More Advice from the Ice

As some of you know, my husband Chad is a curler.  Yesterday as he was getting ready to head out to his Tuesday evening game, the talk revolved around some of the experiences he’s had playing with various teams.  As Chad shared some of his thoughts and insights around the game, two points jumped out at me as being very pertinent to the business world as well.

Play the Best Shot

A skip Chad used to play for would say things like “If you’re going to miss the shot, whatever you do, don’t be inside.”  The skip then placed the broom so that if the rock was thrown inside, the worst case scenario would be avoided.  The opportunity to make the best shot was taken away from the player.

Being aware of the risks is wise.  If the risk is too great, choosing another option is wise, but once a decision is made, don’t sabotage best results and settle for so-so results out of fear.

When you ask your team to take on a challenge, a new role or a new responsibility, train them, support them and then let them take their best shot.  Don’t sabotage their efforts or learning opportunities with too many adjustments, check-ins and dire warnings of what could all go wrong.

Assume your team will be successful.  If they miss, regroup, discuss options and move on.

Support your Team

In curling, every team member has the right to share their suggestions throughout the game.  Team members discuss take-outs vs. draws vs. hit and rolls.  When four and sometimes five people make up a team, plus perhaps a coach, there is very often disagreement on what the best shot is.  It’s the skip that makes the final call and at that point, discussion needs to stop.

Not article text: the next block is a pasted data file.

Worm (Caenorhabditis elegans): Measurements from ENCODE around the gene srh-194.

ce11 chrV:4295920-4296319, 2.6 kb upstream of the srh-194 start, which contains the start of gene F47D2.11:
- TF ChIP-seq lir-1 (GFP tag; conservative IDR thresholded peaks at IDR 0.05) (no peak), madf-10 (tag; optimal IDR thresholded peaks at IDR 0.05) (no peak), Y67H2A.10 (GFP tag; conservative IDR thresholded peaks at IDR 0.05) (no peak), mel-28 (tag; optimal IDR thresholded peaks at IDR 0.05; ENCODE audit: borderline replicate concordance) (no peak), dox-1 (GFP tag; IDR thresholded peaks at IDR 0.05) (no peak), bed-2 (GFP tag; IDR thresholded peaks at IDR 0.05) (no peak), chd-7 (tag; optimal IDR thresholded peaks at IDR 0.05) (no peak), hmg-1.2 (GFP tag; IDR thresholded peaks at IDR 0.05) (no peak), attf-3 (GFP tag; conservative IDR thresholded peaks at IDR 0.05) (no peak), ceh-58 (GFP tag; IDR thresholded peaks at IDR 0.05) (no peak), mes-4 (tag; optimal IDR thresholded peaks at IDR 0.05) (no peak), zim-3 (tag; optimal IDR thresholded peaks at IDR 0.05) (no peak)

Chad has curled on teams where the disagreement continues after the decision has been made.  Instead of getting in the hack and focusing their effort on making the called shot successful, the player focuses on how he’s been asked to make the wrong shot.  If it’s the skips turn to make the shot, the lead and/or second continue trying to make their case, instead of allowing the skip to focus on the shot.  Chad has also played on teams where once a decision is made, the focus turns to making the shot successful.  As the player gets in the hack, they hear words of encouragement from their team member instead of second, third and fourth guessing.

Successful, fully engaged teams understand that everyone on the team has a voice. They also understand that when a decision is made, everyone needs to pull together and work towards success.

On or off the ice, leaders need to believe their team members will be successful. Leaders need to ask for the best work possible from their team members and give them the tools and direction to achieve it.

On or off the ice, all team members need to share ideas and suggestions for success and then, when a decision has been made, work together for success.  They need to focus on the goal instead of continuing to focus on what could have been or in their mind, should have been.

What do you think?

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